The aesthetic of Boy Erased is aggressively drab, and deliberately so. Joel Edgerton’s new film takes place in a world drained of passion and life: a gay “conversion therapy” program that emphasizes negativity and forced reserve. But that intentionality doesn’t make the movie any less exhausting a viewing experience. Based on Garrard Conley’s 2016 memoir, Boy Erased is a methodical work that tries to account for the horrors of religious conversion camps as soberly as possible—but unfortunately to the point where soberness edges into blandness.
The names in Conley’s memoir have been changed, though this is an otherwise straightforward adaptation by Edgerton, who wrote and directed, and who plays the supporting role of Victor Sykes, the program’s head therapist. Set in the early 2000s, the movie follows Jared Eamons (Lucas Hedges), the son of Baptist pastor Marshall (Russell Crowe) and Nancy (Nicole Kidman), as he enrolls in a two-week intensive program designed to purge him of homosexual impulses. At age 19, he’s been cruelly outed to his parents while still reckoning with his sexuality; his father sends him to Sykes’s camp partly to preserve the family’s reputation at church.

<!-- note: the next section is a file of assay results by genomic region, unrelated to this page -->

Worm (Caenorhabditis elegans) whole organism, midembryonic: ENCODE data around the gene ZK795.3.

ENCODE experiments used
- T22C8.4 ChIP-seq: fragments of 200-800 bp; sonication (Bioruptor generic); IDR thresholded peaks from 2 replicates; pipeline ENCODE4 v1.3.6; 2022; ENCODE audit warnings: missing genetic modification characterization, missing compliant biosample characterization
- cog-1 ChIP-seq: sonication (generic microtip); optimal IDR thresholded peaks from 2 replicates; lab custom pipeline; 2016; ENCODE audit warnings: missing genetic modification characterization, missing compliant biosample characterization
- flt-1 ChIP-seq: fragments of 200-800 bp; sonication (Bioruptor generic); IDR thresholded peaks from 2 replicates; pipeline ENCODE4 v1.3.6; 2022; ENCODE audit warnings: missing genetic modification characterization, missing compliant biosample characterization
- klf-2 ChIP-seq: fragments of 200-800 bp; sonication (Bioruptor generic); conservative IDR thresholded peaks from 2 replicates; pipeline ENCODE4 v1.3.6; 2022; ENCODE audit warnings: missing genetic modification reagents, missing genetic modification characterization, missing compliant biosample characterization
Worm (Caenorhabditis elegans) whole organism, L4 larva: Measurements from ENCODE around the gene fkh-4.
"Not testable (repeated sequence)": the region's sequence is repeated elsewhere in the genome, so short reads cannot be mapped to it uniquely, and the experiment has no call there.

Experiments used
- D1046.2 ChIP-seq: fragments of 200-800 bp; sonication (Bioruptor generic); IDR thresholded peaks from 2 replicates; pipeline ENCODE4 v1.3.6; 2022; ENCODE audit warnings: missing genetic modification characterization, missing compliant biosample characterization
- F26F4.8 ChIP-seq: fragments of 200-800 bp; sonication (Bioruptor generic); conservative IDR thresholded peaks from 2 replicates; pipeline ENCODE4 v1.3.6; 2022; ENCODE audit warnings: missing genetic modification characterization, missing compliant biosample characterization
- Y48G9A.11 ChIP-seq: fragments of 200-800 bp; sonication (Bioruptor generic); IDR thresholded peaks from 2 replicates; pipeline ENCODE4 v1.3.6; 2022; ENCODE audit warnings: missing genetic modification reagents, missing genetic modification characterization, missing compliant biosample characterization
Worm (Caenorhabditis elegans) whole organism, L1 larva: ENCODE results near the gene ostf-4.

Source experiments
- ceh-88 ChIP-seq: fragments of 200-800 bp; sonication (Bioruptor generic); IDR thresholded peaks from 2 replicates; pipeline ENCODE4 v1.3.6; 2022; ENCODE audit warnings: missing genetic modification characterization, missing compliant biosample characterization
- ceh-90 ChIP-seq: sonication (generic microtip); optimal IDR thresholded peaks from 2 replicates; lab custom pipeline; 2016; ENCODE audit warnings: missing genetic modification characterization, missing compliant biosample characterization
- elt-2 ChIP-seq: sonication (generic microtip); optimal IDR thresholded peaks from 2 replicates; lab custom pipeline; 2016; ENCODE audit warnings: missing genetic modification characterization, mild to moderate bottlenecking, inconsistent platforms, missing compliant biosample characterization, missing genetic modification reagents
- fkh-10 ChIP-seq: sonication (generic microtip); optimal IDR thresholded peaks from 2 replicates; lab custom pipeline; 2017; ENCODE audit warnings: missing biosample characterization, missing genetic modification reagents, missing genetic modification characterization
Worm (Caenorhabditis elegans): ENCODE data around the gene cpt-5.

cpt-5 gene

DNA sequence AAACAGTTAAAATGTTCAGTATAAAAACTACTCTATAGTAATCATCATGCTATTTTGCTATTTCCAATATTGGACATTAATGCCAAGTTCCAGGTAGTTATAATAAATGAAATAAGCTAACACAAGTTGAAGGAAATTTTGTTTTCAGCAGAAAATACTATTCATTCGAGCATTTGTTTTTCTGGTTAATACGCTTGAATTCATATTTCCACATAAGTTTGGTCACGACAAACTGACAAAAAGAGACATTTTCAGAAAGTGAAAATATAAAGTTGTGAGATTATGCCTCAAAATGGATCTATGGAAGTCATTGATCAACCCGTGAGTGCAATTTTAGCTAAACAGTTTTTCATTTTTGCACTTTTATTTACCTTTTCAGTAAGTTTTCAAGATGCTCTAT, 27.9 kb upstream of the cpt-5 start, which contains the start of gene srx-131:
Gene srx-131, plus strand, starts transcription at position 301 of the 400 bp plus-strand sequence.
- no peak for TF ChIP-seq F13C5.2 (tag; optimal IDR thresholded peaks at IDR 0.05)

Edgerton’s directorial debut, 2015’s The Gift, was a welcome surprise from the Australian actor, a nasty little thriller that boasted searing performances from stars Jason Bateman and Rebecca Hall (and an unfortunately gross ending). Boy Erased is a more mature work, but as a result, it’s restrained almost to a fault. Edgerton never lets the film burrow into Jared’s personhood. Hedges plays the teen as a quiet and confused boy, still roiled by his conservative upbringing and only somewhat willing to admit his own burgeoning desires.